Dr. Evan Ellis is a research professor of Latin American Studies at the U.S. Army War College Strategic Studies Institute, with a focus on the region’s relationships with China and other non-Western Hemisphere actors, as well as transnational organized crime and populism in the region.
Dr. Ellis previously served as on the Secretary of State’s Policy Planning Staff (S/P) with responsibility for Latin America and the Caribbean (WHA), as well as International Narcotics and Law Enforcement (INL) issues.
Dr. Ellis has also been awarded the Order of Military Merit José María Córdova by the Colombian government for his scholarship on security issues in the region.
‘Transnational Organized Crime in Latin America and the Caribbean and its evolution through Covid-19‘
In his academic capacity, Dr. Ellis presented his work in a broad range of business and government forums in 27 countries four continents. He has given testimony on Latin America security issues to the US Congress on various occasions, has discussed his work regarding China and other external actors in Latin America on a broad range of radio and television programs, and is cited regularly in the print media in both the US and Latin America for his work in this area.
For information about Maria Genova and her work you can visit her website: www.mariagenova.nl.
‘The crime of the Future: Why is cybercrime exploding?’
Dr. Felia Allum is Senior Lecturer in Italian and Politics in the Department of Politics, Languages, and International Studies at the University of Bath (UK). She is currently a Leverhulme Major Research Fellow (2018-2021) focusing on women in criminal organisations.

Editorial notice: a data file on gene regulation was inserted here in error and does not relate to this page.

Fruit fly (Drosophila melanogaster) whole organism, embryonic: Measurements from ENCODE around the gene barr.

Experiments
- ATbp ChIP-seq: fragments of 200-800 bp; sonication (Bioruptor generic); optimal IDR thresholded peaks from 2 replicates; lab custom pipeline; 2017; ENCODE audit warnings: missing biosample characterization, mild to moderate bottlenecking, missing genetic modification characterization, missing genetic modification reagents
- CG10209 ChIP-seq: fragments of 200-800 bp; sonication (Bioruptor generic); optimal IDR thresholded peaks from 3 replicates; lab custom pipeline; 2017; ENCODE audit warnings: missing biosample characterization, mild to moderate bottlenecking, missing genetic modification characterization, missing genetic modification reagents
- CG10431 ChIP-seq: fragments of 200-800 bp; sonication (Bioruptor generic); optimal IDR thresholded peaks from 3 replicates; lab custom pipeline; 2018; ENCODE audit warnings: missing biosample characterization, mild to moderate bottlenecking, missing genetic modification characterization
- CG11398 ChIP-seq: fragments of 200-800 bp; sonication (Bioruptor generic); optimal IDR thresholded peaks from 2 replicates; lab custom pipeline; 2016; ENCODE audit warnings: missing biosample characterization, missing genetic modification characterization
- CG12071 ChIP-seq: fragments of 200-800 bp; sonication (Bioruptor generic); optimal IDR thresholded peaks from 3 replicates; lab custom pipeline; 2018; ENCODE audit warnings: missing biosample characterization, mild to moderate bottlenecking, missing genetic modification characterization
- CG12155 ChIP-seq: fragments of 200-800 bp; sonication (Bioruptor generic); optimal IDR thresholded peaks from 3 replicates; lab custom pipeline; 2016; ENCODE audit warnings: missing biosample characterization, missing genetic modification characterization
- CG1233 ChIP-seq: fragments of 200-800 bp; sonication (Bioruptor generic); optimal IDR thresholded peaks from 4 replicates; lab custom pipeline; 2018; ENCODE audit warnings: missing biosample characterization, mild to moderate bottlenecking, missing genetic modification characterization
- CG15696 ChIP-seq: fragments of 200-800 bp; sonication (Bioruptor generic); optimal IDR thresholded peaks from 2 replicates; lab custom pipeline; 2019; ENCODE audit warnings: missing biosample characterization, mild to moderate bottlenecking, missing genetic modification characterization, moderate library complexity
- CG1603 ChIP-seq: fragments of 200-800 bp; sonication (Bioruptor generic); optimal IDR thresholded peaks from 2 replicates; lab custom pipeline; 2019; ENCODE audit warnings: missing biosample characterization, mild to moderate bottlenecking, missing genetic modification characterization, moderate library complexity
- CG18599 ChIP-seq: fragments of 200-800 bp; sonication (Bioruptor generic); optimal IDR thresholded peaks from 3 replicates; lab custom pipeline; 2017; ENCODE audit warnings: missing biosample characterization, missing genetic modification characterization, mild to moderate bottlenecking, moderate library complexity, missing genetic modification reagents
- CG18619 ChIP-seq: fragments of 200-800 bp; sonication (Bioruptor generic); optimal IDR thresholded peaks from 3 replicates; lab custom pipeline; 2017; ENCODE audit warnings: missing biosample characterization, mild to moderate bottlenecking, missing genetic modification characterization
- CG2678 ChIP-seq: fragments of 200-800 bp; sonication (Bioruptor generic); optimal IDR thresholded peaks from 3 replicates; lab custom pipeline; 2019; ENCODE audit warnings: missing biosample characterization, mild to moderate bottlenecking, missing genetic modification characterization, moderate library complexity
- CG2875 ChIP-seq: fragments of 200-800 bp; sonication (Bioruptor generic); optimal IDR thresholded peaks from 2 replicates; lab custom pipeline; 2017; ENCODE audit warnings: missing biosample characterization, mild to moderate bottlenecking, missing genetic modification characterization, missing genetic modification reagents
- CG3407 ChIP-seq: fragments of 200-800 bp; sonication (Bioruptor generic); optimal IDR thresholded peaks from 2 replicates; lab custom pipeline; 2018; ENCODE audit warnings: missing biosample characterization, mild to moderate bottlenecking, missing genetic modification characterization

She is a senior fellow of the Higher Education Academy (UK) and has been recognised for her innovative teaching methods. In July 2016, she was awarded the Innovation in Teaching and Learning Award by the University of Bath and in April 2019 she received the Jennie Lee Prize for Outstanding Teaching from the Political Studies Association (UK).
Her research interests relate to West European Politics, organised crime, Italian mafias (the Neapolitan Camorra), gender and political corruption.
She has published two monographs: Camorristi, Politicians and Businessmen, The Transformation of Organized Crime in Post-War Naples (Northern Universities Press, 2006; in Italian, Il Crimine Organizato a Napoli, Napoli: L’Ancora, 2011) and The Invisible Camorra, Neapolitan Crime Families Across Europe (Itaca: Cornell University Press, 2016) which won the Outstanding Book Award 2017, given by the International Division, American Society of Criminology.